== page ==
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Shifting racism

Commonly held stereotypes about Asian men include that they’re not masculine, that they’re small and that they have no beards or body hair. Street life in inner city Sydney has many examples of tough, macho, masculine looking and acting Asian guys, hairy and bearded Asian guys (including gay Asian men on the scene) and tall Asian guys.

If ones perceptions line up neatly with stereotypes about a certain ethnic group, I have found that it is prudent to view those perceptions with deep suspicion. Thirty years of cognitive psychology tells us that stereotypes constrain our perceptions so that we look for data that confirms what we already “know”.

We can try to deliberately test those perceptions by seeking out disconfirming data, experiences that are the opposite of what we assume. Sometimes when we do that we discover that we were blind to what was right in front of us. In the case of racial stereotypes we can come to realise that our perceptions were faulty, that our view of the world was broken and finally that our assumptions wound us just as they hurt the people they’re about.

… perhaps, since those common preconceptions about the “races” are generally a result of stereotypes being held onto rigidly in the face of all evidence to the contrary, it might be beside the point to offer more evidence.

If someone is convinced that it’s worth trying to dislodge their stereotypes, it’s quite effective to simply go to the part of town where folk of that ethnic stripe hang around, spend a few hours and open yourself up to the experience with an expansive mind and a compassionate heart. Simply witness what’s in front of you, without judging.

I submit that if someone is unwilling to try, argument is unlikely to shift those preconceptions… Hilarious coming from me, I know, but that’s what I’m feeling today.

If you even believe in “race”…

The notion that the species “homo sapiens” is divided into significant groupings called “races”, each of which is associated with certain cultural traits, distinguishable by certain superficial physical features (hair colour, skin colour, eye shape, body hair and so on) and more or less homogenous is accepted by most of us ordinary folk.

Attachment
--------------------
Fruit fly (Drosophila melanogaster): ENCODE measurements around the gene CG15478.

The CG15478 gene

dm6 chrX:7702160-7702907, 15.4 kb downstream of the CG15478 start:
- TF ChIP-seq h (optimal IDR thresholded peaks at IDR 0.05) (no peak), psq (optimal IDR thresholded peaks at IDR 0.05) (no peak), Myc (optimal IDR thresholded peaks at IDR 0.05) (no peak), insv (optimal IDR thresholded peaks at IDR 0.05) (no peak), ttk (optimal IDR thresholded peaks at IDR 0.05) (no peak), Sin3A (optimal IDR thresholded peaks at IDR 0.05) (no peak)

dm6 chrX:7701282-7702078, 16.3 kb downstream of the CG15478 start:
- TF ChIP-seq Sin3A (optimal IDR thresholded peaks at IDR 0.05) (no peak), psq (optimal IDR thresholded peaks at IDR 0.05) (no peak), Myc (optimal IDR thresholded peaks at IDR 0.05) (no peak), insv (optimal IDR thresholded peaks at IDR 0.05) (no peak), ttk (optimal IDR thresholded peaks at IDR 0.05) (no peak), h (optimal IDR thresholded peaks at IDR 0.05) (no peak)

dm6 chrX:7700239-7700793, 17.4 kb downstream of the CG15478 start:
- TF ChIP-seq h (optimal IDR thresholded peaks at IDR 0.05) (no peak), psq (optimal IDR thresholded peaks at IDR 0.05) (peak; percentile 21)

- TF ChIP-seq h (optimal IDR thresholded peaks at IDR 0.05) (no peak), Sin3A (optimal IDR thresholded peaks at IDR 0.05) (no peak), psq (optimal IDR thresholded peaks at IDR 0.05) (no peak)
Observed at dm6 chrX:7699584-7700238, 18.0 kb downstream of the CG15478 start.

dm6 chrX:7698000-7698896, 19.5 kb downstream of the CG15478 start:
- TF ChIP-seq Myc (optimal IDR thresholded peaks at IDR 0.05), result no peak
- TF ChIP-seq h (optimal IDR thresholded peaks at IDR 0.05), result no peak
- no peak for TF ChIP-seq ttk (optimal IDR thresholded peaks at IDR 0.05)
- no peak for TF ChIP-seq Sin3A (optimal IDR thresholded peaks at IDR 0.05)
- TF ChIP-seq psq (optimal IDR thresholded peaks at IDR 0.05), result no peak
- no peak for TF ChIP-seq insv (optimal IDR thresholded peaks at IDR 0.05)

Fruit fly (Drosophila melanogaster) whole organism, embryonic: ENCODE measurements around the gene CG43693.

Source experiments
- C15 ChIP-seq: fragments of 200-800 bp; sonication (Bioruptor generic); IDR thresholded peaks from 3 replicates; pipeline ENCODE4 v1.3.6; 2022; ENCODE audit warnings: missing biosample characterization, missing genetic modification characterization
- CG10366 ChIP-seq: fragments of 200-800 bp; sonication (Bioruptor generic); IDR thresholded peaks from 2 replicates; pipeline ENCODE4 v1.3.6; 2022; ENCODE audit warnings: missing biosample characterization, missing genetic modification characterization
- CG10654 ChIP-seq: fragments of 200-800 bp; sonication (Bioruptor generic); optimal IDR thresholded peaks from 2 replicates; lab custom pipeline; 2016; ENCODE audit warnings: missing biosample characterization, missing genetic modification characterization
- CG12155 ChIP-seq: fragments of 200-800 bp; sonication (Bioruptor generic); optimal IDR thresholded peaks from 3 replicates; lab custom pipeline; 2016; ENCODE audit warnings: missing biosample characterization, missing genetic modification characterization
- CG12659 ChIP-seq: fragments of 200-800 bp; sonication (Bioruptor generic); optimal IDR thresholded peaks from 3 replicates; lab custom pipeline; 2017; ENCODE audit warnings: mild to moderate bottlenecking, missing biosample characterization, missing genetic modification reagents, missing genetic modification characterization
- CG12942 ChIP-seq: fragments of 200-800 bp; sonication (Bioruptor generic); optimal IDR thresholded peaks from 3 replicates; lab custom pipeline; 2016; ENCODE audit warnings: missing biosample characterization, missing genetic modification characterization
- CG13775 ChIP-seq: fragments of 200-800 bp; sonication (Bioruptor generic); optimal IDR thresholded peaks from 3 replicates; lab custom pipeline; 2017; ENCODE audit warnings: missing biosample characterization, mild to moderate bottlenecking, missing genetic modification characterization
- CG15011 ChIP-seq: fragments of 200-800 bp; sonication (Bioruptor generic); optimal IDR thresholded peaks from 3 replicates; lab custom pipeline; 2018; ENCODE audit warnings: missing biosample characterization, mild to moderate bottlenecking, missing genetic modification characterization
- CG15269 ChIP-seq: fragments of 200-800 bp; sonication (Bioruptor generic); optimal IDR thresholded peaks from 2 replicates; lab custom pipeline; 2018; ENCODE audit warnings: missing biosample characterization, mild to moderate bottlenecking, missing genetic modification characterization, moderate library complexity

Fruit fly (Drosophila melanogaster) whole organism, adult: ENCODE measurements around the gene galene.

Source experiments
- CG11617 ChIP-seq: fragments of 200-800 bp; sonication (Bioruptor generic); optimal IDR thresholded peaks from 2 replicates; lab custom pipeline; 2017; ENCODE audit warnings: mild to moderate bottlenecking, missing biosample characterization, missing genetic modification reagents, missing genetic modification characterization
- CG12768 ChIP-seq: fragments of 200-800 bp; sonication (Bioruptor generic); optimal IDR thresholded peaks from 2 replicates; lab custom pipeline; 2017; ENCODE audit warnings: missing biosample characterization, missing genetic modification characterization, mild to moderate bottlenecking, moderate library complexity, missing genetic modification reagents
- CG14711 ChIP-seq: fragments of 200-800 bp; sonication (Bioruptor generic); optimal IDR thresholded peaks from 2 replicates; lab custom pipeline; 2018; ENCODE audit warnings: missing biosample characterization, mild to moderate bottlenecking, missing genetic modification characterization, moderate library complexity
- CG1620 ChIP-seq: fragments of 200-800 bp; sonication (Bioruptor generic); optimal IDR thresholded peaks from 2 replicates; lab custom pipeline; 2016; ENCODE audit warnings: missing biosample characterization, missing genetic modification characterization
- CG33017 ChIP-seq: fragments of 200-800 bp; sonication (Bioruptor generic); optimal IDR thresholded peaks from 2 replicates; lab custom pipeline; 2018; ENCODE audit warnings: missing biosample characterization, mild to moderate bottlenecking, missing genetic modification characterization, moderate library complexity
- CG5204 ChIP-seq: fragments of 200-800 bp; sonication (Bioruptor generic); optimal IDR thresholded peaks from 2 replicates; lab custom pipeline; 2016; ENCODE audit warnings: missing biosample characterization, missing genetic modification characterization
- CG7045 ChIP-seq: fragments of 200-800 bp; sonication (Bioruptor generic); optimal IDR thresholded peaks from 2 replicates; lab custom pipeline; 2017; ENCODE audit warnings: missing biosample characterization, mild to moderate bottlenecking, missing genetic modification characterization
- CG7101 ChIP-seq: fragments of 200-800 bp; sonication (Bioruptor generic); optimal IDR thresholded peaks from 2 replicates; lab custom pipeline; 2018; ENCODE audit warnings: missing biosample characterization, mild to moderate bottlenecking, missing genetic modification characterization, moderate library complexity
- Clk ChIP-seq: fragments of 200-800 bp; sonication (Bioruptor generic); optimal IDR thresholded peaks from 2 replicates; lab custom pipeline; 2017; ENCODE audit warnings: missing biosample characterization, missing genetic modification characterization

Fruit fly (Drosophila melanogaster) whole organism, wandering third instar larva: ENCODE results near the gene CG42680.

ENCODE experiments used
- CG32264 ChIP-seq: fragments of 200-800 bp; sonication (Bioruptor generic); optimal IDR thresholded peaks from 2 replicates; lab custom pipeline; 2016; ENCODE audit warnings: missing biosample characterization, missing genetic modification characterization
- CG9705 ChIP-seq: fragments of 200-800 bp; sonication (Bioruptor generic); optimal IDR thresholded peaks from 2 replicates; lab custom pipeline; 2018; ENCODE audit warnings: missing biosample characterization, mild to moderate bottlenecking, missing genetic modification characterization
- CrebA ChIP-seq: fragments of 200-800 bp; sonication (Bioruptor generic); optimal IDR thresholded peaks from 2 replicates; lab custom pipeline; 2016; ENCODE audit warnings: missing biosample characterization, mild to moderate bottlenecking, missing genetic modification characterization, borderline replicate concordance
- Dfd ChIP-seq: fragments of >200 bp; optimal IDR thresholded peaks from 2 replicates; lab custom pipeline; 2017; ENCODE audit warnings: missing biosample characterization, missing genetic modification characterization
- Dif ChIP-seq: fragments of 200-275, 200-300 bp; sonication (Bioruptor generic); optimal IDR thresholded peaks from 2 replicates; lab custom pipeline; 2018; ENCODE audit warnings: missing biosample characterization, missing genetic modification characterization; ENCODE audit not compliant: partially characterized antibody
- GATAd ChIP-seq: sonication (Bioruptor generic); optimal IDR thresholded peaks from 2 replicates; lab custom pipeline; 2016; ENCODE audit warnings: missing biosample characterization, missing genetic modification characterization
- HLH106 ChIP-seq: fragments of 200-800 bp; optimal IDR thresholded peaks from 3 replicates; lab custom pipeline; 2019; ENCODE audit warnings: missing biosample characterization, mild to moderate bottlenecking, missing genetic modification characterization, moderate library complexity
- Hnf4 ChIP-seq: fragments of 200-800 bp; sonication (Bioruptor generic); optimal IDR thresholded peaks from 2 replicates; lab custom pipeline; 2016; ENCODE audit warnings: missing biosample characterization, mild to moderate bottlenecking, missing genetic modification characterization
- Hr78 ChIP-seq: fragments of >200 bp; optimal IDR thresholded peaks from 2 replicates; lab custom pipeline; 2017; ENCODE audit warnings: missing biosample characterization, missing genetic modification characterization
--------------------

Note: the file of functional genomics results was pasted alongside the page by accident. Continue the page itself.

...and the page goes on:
Among population biologists and anthropologists (in other words, the people with enough expertise to make an informed judgement) however this notion has been growing increasingly controversial since 1950 or so. Anthropologists tend to talk about “populations”, biologists about “clines” neither of which really line up with each other let alone with what most folks think of as the “races”.

Without denying that the social reality of races are the critical factor in discussing the experience of racism, I think it’s interesting to understand how arbitrary these apparent divisions really are. There’s little consensus about whether races exist, but that in itself is interesting.

If this sounds like nonsense to you, have a read of the long and very informative Wikipedia article on race.

Fortune Favours The Bold

Something that comes up from time to time is the odd belief, that many young men seem to harbour, that the other guy should approach them.

This turns up when people talk about cruising guys in bars, at sex clubs and at saunas. Guys complain that they must be unattractive because the guys they look at never come up and speak to them. Asian boys often complain that Caucasian guys won’t approach them (this is often attributed to racism, but that’s another column in itself).

Guys tell me this and I invariably ask: “So do you ever approach the other guy?” Often as not the answer is no. I really can’t help pointing out that the likelihood is, based on my lengthy anthropological studies of the issue, that the other guy is thinking exactly the same thing.

The consequence, of course, is the awful situation in many venues of many guys walking around and no-one talking to anyone. This is even more common in more reserved places like my old hometown, Brisbane, than it is here in overly-forward Sydney, but even here it’s a plague.

Everyone could be having a lot more fun if they adopted one of my current favourite principles, “Fortune favours the bold”. Face it, the main reason we don’t approach the other guy is a simple lack of courage: the fear that he’ll say No. But what’s worse? To get turned down occasionally or to miss the endless opportunities you fail to notice because you’re frightened of getting turned down?

The facts of rejection are that it’s really not so bad, especially if it’s balanced with a few successes. Getting rejected doesn’t mean you’re worthless, just that you aren’t his type (types and the attractiveness hierarchy are another topic for another day). The more you face up to it and shrug when it happens, the easier it gets.

So, next time you’re cruising some guy at a sauna and you’ve walked past twice and exchanged looks, loitered meaningfully for a few minutes and he hasn’t approached you – instead of assuming that he’s not really interested, assume that he’s even shyer than you and march on up, smile your most winning smile and say “Hi”. You may be pleasantly surprised.